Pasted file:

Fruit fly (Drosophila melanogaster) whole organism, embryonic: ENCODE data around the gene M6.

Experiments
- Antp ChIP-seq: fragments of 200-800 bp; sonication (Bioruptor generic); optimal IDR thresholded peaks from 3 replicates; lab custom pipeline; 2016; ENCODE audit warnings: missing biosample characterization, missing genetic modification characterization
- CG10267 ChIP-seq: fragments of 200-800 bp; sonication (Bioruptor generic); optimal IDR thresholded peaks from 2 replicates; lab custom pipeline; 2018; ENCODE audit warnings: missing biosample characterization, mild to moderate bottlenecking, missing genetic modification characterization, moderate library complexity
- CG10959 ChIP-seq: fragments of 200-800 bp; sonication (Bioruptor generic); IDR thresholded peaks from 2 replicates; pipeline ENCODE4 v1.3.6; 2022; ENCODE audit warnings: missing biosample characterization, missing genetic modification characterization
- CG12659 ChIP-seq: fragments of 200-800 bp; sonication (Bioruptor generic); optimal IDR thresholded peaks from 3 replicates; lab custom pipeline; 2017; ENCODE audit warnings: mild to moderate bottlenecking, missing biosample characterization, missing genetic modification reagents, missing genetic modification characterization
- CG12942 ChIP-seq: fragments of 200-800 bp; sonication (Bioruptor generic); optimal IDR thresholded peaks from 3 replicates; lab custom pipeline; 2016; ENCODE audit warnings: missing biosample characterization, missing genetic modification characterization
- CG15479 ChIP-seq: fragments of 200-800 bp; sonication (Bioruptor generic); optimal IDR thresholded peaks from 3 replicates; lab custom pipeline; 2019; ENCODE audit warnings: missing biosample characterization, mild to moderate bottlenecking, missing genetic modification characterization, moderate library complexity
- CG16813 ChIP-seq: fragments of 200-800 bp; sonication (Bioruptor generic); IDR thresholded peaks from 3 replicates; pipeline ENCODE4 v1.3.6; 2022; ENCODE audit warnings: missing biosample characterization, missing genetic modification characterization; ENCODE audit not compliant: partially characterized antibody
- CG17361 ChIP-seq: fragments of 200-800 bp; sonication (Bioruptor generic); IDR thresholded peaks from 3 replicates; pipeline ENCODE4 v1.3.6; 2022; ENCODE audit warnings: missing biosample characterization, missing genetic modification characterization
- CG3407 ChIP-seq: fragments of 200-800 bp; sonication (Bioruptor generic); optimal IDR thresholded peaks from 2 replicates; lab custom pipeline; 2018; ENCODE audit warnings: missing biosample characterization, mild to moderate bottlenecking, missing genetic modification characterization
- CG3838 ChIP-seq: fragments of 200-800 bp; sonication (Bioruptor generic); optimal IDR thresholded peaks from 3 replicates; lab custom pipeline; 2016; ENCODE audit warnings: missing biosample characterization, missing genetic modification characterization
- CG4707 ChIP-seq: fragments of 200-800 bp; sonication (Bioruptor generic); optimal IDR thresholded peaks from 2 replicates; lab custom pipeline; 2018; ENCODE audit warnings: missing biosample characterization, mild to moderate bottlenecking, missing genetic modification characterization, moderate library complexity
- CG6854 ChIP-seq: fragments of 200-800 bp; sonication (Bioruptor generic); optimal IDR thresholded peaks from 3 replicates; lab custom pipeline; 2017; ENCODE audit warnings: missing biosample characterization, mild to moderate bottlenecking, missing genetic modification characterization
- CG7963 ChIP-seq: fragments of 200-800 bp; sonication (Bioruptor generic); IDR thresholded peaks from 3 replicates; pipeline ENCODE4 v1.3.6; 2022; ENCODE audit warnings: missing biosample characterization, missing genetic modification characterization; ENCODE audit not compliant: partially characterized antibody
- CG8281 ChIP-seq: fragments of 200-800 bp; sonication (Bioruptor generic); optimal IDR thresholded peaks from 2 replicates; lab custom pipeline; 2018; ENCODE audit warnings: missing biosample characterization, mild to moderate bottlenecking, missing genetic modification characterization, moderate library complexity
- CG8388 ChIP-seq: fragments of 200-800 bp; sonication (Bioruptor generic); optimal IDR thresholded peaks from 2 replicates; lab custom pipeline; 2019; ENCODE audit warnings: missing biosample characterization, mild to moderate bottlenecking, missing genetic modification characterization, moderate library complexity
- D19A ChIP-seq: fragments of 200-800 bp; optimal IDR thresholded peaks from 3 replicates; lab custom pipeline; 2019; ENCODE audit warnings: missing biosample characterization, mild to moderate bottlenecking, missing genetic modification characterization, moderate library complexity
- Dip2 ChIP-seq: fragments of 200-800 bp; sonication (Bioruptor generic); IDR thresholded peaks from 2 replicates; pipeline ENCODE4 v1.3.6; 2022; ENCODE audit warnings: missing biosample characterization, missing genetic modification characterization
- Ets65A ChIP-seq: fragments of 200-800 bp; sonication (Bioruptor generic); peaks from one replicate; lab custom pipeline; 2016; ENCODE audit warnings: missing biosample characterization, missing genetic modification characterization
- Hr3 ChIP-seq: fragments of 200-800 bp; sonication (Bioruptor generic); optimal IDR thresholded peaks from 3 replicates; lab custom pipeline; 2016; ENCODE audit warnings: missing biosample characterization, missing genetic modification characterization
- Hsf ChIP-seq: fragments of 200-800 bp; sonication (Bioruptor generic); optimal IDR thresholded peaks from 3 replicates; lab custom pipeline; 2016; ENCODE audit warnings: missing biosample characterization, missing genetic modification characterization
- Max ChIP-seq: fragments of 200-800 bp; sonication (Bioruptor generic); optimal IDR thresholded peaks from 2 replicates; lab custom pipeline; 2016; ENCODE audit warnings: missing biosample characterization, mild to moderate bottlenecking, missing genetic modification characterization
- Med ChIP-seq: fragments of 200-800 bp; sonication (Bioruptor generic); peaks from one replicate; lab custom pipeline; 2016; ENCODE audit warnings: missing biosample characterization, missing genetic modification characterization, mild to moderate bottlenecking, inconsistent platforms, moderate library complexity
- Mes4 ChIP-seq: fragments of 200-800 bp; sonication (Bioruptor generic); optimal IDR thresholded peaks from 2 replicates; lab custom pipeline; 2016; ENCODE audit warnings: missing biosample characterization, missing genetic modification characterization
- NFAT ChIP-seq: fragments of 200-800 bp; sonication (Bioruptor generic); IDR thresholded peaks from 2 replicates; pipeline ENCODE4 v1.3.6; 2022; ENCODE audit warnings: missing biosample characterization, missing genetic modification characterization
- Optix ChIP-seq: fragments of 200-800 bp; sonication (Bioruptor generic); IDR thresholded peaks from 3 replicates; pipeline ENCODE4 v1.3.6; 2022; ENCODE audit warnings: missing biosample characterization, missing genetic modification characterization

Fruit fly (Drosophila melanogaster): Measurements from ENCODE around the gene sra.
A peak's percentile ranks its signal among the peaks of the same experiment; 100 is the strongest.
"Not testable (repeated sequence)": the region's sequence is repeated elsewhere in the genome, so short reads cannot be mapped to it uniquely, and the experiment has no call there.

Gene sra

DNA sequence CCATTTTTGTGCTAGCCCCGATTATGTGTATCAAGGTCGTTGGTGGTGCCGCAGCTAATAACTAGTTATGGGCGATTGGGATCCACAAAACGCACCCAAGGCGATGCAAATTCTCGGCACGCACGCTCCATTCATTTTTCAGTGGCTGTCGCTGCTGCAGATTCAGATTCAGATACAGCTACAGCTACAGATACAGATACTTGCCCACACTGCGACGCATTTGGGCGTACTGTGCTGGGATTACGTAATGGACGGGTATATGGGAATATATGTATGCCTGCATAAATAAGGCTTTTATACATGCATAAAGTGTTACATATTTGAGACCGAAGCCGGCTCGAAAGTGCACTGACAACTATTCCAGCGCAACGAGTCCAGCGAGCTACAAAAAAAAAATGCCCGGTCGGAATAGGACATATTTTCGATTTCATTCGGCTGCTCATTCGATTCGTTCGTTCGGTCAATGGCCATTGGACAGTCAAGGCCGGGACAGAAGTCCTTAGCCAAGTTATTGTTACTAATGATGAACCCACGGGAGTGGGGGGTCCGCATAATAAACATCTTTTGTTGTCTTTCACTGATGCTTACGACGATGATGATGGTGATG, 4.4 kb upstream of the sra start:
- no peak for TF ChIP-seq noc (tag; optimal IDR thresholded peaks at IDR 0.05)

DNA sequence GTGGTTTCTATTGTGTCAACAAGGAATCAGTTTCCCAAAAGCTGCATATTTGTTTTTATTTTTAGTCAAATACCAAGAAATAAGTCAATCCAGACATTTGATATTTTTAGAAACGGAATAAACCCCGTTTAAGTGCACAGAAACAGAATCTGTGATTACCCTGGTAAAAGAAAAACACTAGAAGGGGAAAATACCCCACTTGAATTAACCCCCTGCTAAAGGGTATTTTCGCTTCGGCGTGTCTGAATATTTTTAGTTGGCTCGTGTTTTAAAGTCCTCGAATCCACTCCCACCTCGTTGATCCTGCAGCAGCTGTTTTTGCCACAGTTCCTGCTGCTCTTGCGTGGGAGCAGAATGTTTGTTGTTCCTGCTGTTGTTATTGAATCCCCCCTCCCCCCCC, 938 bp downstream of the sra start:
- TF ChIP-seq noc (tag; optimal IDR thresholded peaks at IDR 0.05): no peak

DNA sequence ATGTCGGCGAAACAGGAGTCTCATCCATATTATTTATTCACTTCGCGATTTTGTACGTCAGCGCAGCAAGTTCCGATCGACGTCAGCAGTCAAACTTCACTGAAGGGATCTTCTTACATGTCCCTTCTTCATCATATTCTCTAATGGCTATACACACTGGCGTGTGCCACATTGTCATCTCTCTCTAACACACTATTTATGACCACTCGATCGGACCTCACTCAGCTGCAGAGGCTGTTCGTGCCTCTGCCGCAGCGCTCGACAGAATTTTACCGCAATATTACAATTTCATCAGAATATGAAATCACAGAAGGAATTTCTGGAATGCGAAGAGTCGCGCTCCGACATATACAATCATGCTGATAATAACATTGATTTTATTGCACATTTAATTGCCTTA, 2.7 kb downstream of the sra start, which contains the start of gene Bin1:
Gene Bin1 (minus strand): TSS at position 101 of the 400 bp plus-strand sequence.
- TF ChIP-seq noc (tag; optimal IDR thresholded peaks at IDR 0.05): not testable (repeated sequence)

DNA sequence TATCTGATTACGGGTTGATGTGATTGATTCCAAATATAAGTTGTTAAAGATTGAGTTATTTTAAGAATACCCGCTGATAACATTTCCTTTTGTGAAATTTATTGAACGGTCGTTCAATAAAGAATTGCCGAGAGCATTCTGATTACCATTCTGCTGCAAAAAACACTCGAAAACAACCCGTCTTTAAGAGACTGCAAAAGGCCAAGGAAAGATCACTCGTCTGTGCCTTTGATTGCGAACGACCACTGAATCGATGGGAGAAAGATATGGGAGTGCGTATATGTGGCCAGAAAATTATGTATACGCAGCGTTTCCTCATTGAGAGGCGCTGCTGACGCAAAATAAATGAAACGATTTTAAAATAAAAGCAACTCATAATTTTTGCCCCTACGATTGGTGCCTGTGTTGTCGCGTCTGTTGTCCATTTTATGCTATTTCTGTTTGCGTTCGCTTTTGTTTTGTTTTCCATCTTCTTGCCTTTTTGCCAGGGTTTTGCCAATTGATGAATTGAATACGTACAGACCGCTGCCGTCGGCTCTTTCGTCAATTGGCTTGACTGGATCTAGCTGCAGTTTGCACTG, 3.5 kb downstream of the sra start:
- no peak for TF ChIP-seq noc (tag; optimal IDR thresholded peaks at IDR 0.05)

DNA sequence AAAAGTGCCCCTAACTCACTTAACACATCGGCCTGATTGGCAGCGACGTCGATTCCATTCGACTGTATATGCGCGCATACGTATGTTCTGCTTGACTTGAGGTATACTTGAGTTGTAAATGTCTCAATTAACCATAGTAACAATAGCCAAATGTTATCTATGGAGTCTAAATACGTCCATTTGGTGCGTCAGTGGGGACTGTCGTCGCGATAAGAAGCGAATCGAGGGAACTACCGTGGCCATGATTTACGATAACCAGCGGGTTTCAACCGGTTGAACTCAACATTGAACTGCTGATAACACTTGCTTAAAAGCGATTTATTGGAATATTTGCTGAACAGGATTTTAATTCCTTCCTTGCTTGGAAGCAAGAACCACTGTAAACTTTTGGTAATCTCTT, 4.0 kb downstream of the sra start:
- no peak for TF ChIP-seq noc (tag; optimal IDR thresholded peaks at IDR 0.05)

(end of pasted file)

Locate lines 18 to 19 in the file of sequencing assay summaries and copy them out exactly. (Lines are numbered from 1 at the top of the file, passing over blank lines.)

- D19A ChIP-seq: fragments of 200-800 bp; optimal IDR thresholded peaks from 3 replicates; lab custom pipeline; 2019; ENCODE audit warnings: missing biosample characterization, mild to moderate bottlenecking, missing genetic modification characterization, moderate library complexity
- Dip2 ChIP-seq: fragments of 200-800 bp; sonication (Bioruptor generic); IDR thresholded peaks from 2 replicates; pipeline ENCODE4 v1.3.6; 2022; ENCODE audit warnings: missing biosample characterization, missing genetic modification characterization